In an election year with voter dissatisfaction at all-time high levels, the national map could take on a more purple hue as Democratic nominee Hillary Clinton makes inroads in traditionally right-leaning states.
While everyone is aware of the so-called swing or battleground states (Maine, New Hampshire, Ohio, North Carolina, Georgia, Florida, Wisconsin, Iowa, Utah, Arizona and Nevada), the question is whether Republican nominee Donald Trump can hold on to the bastions of GOPism to avoid an electoral-college landslide next Tuesday.
Polls indicate reliably Republican Alaska, with its three electoral votes, is leaning toward Clinton. Craciun Research queried 400 voters who indicated last week they favored Clinton 47 percent to 43 percent, with 18 percent of voters saying they still were undecided.
“If you look at nonpartisan voters, Secretary Clinton is winning by a margin of 15 points. That may give you a sense of how the undecided voters will lean on Election Day,” pollster Jean Craciun said.
Trump’s support was down by 4 points since mid-October.
An earlier poll released by the campaign of Sen. Lisa Murkowski, R-Alaska, indicated Trump was up only 3 points on Clinton (the poll had a 4-point margin of error), but that poll was taken prior to allegations Trump sexually assaulted women. It also was before FBI Director James Comey announced the reopening of an investigation into Clinton’s email server.
The Murkowski poll gave Libertarian Gary Johnson 10 percent of the vote, putting him in position to play the spoiler, despite lapses like failing to know about the besieged Syrian city of Aleppo and stumbling when asked to name a foreign leader he admired.
Yet Johnson, a former governor of New Mexico, remains a key figure in Alaska and other states. As a Libertarian, his fiscal policies are close to the Republican approach while his social policies mirror the Democrats. Questions linger over which side he will siphon more support from.
Unlike Green Party nominee Jill Stein, Johnson is the only third-party candidate on the ballot in all 50 states.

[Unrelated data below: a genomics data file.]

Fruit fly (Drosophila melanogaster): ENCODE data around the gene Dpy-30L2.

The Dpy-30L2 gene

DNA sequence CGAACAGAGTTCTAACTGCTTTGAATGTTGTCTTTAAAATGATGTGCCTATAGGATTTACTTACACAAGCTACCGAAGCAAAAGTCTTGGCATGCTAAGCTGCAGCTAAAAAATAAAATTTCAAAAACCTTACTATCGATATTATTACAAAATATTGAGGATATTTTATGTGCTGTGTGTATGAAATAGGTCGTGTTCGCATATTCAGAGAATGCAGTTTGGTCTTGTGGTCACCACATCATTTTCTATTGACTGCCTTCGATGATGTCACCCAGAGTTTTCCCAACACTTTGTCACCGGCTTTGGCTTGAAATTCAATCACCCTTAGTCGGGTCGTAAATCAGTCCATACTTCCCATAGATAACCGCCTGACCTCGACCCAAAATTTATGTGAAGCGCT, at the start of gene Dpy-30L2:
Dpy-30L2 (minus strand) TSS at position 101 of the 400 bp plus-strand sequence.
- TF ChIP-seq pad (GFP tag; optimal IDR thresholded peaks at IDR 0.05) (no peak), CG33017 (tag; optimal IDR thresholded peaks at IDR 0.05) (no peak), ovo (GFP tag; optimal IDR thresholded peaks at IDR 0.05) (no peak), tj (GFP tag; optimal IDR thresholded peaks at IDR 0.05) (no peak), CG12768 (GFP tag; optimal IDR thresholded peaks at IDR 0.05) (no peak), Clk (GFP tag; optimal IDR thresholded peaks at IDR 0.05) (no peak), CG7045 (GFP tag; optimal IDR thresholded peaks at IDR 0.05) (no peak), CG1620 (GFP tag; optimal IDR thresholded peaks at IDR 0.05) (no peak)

The polling, indicating Republican support isn’t as rock solid behind Trump as it was for former Massachusetts Gov. Mitt Romney in 2012 and Arizona Sen. John McCain in 2008, has encouraged the Clinton campaign to begin pouring money into states that normally lean red. Campaign manager Robby Mook has said $2 million would be diverted to Arizona, which went red in 11 of the past 12 elections, to expand television and other advertising.
It's unclear if Trump can regain support in Arizona after some notable setbacks. During the primary season, Trump disparaged McCain, a decorated military veteran and Arizona senator since 1986, for getting captured by the North Vietnamese. Trump said he liked “people who weren’t captured.” McCain would later unendorse Trump after the release of the “Access Hollywood” tape in which the presidential candidate was heard bragging in vulgar terms about forcing himself on women.
Johnson could play a role in Arizona as well. Libertarians drew enough votes in the 2012 election to allow Democrats Kyrsten Sinema and Ann Kirkpatrick to win their House races. Jeff Flake, a Libertarian in many respects, won his Senate seat that year.
“Donald Trump has managed to make this an interesting state in terms of presidential politics, and not in the way that Republicans have wanted,” Flake told NPR.
President Barack Obama lost Arizona by roughly 9 points in 2008 and 2012. Polls this year indicate the state is much closer. The CBS/YouGov poll released this week has Trump only 2 points ahead while the Monmouth University poll cuts that margin in half.
“We do see opportunity in Arizona," Mook told U.S. News and World Report and World Report. "We think that it's an uphill climb, but our mission as a presidential campaign is to make sure that Secretary Clinton wins at least 270 electoral votes."
The Clinton campaign last month sent Michelle Obama to Phoenix. The first lady, who is seen as someone to whom other people listen, also joined former first daughter Chelsea Clinton and former Clinton rival Sen. Bernie Sanders in Vermont.
Meanwhile, Clinton appears to have an edge in North Carolina. It was solidly Republican in 2012 (2008 was the only time since 1972 it voted Democratic for president). Both of its U.S. senators and the governor are Republican although three Democrats slipped into its 13-member House delegation. The North Carolina Legislature is controlled by the GOP. But the RealClear Politics average of polls gives Clinton a 2-point edge in the state.